On 16th January 2011, volunteers from the HMCG started what is hoped to become a long-term involvement in WeBS. Previous attempts at covering the Helford have been difficult, given the low number of viewpoints and the time taken to move between them. It is therefore fantastic to be able to report that seven local recorders were able to divide the site up into sectors so that nearly the whole estuary was counted before inclement weather arrived at 10am. While it is always dangerous to start commenting on a small dataset – one survey – it is also impossible not to make some interesting observations. For example, only 4 Grey Herons were recorded and 8 Little Egrets. Perhaps others were ranging farther afield in the farmland and wetlands in the hinterland? Conversely, 39 Shelduck, 129 Mallard and 215 Curlew give us quite high figures for these species against which to compare the future surveys. A full list of the findings can be seen on our website.

The Helford is one of the mildest areas of wetland habitat in the UK. As a consequence it hosts good numbers of several species that are more commonly found further south in Europe and reach the northern extremities of their range in the UK. Being one of the warmest wintering sites for waterbirds in the UK, means that events that occur here are often a harbinger of things to come elsewhere in the UK. Despite the recent adverse weather, the climate in this part of Cornwall, in common with elsewhere in the UK, has actually warmed by two degrees C since the 1970s.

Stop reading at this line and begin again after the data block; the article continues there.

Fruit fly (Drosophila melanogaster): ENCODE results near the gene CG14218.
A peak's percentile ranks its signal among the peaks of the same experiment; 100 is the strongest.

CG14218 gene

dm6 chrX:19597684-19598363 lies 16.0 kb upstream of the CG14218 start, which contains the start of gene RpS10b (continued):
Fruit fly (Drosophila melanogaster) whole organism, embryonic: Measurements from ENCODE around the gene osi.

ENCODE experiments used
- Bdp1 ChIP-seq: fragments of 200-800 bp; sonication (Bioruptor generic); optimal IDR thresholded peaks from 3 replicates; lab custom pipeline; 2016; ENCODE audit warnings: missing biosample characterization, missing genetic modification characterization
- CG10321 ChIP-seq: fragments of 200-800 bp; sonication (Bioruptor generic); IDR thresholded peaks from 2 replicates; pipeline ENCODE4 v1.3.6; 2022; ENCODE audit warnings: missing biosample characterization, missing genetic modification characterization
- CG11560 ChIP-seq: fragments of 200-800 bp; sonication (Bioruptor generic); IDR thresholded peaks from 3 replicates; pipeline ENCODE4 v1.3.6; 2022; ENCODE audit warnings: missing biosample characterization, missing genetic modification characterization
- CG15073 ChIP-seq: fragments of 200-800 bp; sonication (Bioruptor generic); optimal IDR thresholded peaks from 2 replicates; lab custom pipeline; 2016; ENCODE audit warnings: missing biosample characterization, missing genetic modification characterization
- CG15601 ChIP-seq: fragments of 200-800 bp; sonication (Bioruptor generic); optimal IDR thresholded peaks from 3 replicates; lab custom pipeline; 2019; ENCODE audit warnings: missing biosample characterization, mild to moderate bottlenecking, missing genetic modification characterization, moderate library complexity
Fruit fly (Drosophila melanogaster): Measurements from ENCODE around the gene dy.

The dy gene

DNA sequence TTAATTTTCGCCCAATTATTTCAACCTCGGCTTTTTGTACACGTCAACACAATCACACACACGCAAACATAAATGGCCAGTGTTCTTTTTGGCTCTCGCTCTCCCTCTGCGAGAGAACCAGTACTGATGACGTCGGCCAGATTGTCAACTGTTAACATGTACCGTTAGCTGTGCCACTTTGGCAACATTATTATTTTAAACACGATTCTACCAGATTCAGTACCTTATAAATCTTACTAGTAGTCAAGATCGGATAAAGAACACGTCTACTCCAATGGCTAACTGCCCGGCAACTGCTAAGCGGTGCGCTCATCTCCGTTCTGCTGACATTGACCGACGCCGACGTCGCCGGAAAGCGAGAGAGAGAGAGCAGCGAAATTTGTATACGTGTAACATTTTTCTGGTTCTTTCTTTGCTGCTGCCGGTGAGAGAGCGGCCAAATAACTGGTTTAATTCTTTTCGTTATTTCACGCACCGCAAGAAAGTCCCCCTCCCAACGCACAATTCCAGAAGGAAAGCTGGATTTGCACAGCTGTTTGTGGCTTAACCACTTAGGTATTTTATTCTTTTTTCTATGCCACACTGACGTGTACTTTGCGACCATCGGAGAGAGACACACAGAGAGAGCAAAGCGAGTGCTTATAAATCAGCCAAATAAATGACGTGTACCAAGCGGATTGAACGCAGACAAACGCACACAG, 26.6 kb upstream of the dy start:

Those of you living near the Helford may be aware of the numbers of a species that was able to colonise the UK as a result of these warmer temperatures: the Little Egret. Although sporadic records occurred before this time, this elegant white bird in the Heron family first colonized the UK in significant numbers in the mid-1980s. By 1993, numbers peaked at 185, with more than half the records from estuaries in Cornwall. Since that time it has expanded rapidly. By 2003 more than 4,000 were counted by volunteers participating in the Wetland Bird Survey and numbers in 2010 were probably in excess of 10,000. From its origins in warm estuaries in the south-west, it has expanded through much of the UK and now even occurs occasionally in Scotland. Other species associated with warmer climes, such as Greenshank, have also increased rapidly in the UK, although warm sites such as the Helford remain its stronghold. Conversely, some species have fared less well in the south-west. Birds such as the Redshank and Curlew, once more common in Cornwall, have foregone the benefits of mild temperatures in favour of more productive feeding grounds on the east coast. It will be interesting to see whether this species declines on the Helford if temperatures continue to increase. However, climate change is by no means the only factor likely to be affecting waterbirds on the Helford. Monitoring how numbers are changing will allow us to understand what these are.

Ilya Maclean and Martin Rule

Extract from HVMCA newsletter No.42 Spring 2011

© Helford Voluntary Marine Conservation Area